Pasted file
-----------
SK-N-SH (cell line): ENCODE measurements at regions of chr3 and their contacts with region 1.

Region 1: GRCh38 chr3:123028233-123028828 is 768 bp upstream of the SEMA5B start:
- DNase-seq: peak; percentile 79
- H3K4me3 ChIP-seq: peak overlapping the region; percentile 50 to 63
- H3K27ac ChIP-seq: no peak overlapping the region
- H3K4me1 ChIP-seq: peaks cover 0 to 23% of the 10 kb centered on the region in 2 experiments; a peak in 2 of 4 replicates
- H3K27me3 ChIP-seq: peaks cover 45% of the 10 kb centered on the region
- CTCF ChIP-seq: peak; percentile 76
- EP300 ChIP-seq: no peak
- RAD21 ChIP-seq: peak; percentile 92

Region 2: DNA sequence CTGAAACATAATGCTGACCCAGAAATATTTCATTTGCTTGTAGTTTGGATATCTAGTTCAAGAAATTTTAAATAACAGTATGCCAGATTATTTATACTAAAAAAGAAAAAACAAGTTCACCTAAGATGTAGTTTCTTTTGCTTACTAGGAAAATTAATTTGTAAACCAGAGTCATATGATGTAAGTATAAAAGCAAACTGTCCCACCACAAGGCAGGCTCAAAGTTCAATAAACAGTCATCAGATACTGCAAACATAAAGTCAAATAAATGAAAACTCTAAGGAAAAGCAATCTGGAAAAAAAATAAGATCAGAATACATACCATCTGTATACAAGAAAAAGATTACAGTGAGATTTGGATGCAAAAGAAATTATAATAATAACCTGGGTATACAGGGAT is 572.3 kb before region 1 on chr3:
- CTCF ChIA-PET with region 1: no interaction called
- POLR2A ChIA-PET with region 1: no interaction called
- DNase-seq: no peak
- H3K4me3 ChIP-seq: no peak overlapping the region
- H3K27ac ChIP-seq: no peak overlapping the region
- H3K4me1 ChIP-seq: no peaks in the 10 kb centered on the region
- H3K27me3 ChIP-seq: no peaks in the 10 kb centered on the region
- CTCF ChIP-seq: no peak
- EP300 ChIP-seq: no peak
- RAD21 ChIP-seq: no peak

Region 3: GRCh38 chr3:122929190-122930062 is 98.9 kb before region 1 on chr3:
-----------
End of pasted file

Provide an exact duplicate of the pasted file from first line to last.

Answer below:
SK-N-SH (cell line): ENCODE measurements at regions of chr3 and their contacts with region 1.

Region 1: GRCh38 chr3:123028233-123028828 is 768 bp upstream of the SEMA5B start:
- DNase-seq: peak; percentile 79
- H3K4me3 ChIP-seq: peak overlapping the region; percentile 50 to 63
- H3K27ac ChIP-seq: no peak overlapping the region
- H3K4me1 ChIP-seq: peaks cover 0 to 23% of the 10 kb centered on the region in 2 experiments; a peak in 2 of 4 replicates
- H3K27me3 ChIP-seq: peaks cover 45% of the 10 kb centered on the region
- CTCF ChIP-seq: peak; percentile 76
- EP300 ChIP-seq: no peak
- RAD21 ChIP-seq: peak; percentile 92

Region 2: DNA sequence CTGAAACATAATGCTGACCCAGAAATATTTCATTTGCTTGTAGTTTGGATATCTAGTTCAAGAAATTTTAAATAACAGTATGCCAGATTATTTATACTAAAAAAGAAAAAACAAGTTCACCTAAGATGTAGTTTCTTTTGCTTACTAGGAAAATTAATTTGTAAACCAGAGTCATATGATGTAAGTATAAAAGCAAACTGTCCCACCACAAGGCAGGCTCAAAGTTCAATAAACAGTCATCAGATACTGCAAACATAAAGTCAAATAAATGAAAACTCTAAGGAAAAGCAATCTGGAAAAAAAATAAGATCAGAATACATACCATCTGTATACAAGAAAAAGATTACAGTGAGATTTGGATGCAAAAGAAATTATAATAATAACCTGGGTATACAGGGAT is 572.3 kb before region 1 on chr3:
- CTCF ChIA-PET with region 1: no interaction called
- POLR2A ChIA-PET with region 1: no interaction called
- DNase-seq: no peak
- H3K4me3 ChIP-seq: no peak overlapping the region
- H3K27ac ChIP-seq: no peak overlapping the region
- H3K4me1 ChIP-seq: no peaks in the 10 kb centered on the region
- H3K27me3 ChIP-seq: no peaks in the 10 kb centered on the region
- CTCF ChIP-seq: no peak
- EP300 ChIP-seq: no peak
- RAD21 ChIP-seq: no peak

Region 3: GRCh38 chr3:122929190-122930062 is 98.9 kb before region 1 on chr3: